Overfamiliar

Sometimes the most obvious subjects for our photographic projects are so close that we don’t have them in focus. We venture out everyday, looking for something new, something we haven’t noticed before, to document it and represent it photographically. When all the time there may be a project right under our noses, yet its subject is so familiar that we have not considered it as interesting enough for photographic exploration.

The light catching Manie’s art on the wall in the hall.

Overfamiliarity has certainly stifled my interest in my immediate surroundings. That is not to say that I do not take pictures in my home. I do. All the time. But it is more in terms of documenting the changes we make in the house – a newly renovated bathroom, the un-blocked fireplace, the view into the garden. Yet the features of any house are aesthetically, architecturally and historically interesting enough to concentrate on them. 
Of course that had occurred to me, too. But truth is: Ever since I moved into this house eleven and a half years ago, I have constantly been photographing everything around me. I photographed the house with three different cameras that passed through my hands in that decade – a compact Pentax, my first SLR and finally my first dSLR. And about 8, 9 years ago I  documented the nice details of the house in a once-off photo project. I got used to the place, couldn’t see its beauty despite knowing it was there.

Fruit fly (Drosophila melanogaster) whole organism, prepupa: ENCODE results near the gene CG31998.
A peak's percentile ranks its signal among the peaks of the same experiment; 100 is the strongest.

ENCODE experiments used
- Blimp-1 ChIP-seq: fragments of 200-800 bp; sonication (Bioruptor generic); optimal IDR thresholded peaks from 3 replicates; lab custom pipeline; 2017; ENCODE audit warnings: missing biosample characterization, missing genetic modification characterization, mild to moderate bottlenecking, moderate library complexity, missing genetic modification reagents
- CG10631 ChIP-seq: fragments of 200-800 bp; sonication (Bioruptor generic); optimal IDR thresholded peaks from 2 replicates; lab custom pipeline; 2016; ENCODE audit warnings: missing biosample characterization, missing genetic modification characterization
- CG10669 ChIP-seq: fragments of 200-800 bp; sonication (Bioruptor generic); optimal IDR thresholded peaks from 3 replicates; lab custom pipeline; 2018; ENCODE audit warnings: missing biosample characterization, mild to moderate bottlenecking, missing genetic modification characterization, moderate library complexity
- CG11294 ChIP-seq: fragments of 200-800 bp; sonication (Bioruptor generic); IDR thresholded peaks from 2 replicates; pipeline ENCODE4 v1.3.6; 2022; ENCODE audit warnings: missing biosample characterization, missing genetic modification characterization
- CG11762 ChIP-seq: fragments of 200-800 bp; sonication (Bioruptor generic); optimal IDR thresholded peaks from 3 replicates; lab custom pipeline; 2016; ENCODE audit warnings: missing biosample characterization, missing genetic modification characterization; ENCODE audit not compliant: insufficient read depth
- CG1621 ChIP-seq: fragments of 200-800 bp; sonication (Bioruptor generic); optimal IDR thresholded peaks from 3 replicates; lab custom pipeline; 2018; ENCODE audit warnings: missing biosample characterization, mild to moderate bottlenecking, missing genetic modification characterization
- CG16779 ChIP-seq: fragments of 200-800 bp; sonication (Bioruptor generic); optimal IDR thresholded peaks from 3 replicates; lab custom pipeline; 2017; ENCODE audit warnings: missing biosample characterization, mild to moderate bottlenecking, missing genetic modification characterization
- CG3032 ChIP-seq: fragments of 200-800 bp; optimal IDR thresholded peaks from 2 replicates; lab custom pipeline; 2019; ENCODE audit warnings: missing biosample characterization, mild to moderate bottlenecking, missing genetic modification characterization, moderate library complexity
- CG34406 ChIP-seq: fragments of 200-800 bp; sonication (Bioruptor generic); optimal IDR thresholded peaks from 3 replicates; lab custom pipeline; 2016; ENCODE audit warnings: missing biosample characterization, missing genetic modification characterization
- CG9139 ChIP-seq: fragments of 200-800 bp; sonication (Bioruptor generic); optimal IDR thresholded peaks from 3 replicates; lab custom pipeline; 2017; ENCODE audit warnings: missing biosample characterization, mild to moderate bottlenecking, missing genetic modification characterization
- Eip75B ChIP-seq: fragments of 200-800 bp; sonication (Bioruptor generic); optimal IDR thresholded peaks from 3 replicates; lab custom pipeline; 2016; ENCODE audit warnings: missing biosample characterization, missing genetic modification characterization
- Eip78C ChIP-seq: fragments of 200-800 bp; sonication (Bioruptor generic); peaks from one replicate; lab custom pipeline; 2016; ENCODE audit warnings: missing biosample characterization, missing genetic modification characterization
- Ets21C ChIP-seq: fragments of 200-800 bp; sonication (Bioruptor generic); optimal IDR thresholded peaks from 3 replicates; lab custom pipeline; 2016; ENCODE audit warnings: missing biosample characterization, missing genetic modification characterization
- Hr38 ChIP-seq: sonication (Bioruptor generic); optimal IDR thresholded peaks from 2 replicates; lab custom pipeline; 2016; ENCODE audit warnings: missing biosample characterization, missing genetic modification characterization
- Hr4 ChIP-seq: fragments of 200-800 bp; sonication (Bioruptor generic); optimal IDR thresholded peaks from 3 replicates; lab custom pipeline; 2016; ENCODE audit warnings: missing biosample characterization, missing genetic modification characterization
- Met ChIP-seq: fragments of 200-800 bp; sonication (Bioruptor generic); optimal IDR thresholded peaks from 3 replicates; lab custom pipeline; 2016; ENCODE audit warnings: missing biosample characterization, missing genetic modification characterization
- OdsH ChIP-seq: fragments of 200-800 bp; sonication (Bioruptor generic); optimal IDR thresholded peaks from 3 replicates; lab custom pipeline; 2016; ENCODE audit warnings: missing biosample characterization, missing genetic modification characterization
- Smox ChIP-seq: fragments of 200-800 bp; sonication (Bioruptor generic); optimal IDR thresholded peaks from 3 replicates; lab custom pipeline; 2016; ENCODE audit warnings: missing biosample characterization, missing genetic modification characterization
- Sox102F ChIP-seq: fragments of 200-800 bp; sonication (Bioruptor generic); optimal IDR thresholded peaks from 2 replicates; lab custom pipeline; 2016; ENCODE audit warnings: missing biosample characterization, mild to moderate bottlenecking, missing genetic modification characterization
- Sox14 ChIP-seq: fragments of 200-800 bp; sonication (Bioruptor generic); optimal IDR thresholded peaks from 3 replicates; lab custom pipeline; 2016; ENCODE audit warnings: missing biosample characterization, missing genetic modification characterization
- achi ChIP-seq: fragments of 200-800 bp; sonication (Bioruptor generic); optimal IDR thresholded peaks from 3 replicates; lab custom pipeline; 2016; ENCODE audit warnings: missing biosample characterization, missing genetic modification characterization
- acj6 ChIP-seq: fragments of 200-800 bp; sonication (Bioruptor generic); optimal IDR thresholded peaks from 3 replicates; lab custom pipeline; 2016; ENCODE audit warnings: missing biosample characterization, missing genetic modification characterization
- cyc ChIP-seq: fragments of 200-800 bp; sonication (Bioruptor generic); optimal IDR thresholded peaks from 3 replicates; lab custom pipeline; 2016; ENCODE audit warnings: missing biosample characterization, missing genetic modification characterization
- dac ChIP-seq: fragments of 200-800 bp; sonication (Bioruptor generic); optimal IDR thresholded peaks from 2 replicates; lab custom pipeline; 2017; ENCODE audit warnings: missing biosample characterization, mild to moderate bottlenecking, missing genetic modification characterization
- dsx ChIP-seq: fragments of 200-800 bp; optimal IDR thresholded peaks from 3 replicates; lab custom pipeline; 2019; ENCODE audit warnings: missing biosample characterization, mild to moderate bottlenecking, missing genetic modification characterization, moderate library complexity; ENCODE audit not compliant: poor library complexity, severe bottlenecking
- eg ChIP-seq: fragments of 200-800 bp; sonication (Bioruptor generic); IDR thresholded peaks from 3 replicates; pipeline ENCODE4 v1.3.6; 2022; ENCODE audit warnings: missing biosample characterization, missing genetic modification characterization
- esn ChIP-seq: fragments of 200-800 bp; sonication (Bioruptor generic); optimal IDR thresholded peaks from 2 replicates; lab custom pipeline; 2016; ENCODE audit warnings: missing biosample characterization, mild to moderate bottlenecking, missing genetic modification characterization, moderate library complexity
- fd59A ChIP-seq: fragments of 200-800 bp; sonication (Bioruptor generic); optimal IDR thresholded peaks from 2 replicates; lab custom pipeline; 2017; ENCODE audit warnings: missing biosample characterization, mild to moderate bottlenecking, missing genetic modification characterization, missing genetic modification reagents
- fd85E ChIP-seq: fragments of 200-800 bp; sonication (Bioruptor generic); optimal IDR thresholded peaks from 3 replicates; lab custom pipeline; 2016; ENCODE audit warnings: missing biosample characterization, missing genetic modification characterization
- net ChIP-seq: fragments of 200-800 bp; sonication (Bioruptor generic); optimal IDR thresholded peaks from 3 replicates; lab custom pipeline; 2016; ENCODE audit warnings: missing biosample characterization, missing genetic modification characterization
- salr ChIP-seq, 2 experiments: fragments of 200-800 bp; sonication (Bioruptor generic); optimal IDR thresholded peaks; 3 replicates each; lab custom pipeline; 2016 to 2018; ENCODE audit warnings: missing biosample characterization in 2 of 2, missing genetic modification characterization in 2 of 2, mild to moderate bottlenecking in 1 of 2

While looking for a subject for a college assignment, it suddenly occurred to me to force myself to examine my immediate surroundings. I knew, however, if I don’t want to simply re-take the shots that I have previously taken, I needed a different slant, a particular focus that makes me explore my familiar surroundings from a new perspective. And then it came to me: This is not just my house. It is the house that Irish painter Mainie Jellett was brought up in and worked in. (For some biographical details and examples of her art go to the National Gallery 😉 or check this link: Mainie Jellett.) And she has left her traces everywhere in this house.

So here is the deal – I will be tracing Mainie in her father’s house, look for the reminders of her life in the walls, her artefacts, her possessions, nooks and crannies that she may have hidden in.  I am actually quite excited about this project. It could be interesting for myself, for Mainie’s remaining family, for my children, possibly for the interested public.What will I see that I haven’t previously noticed???

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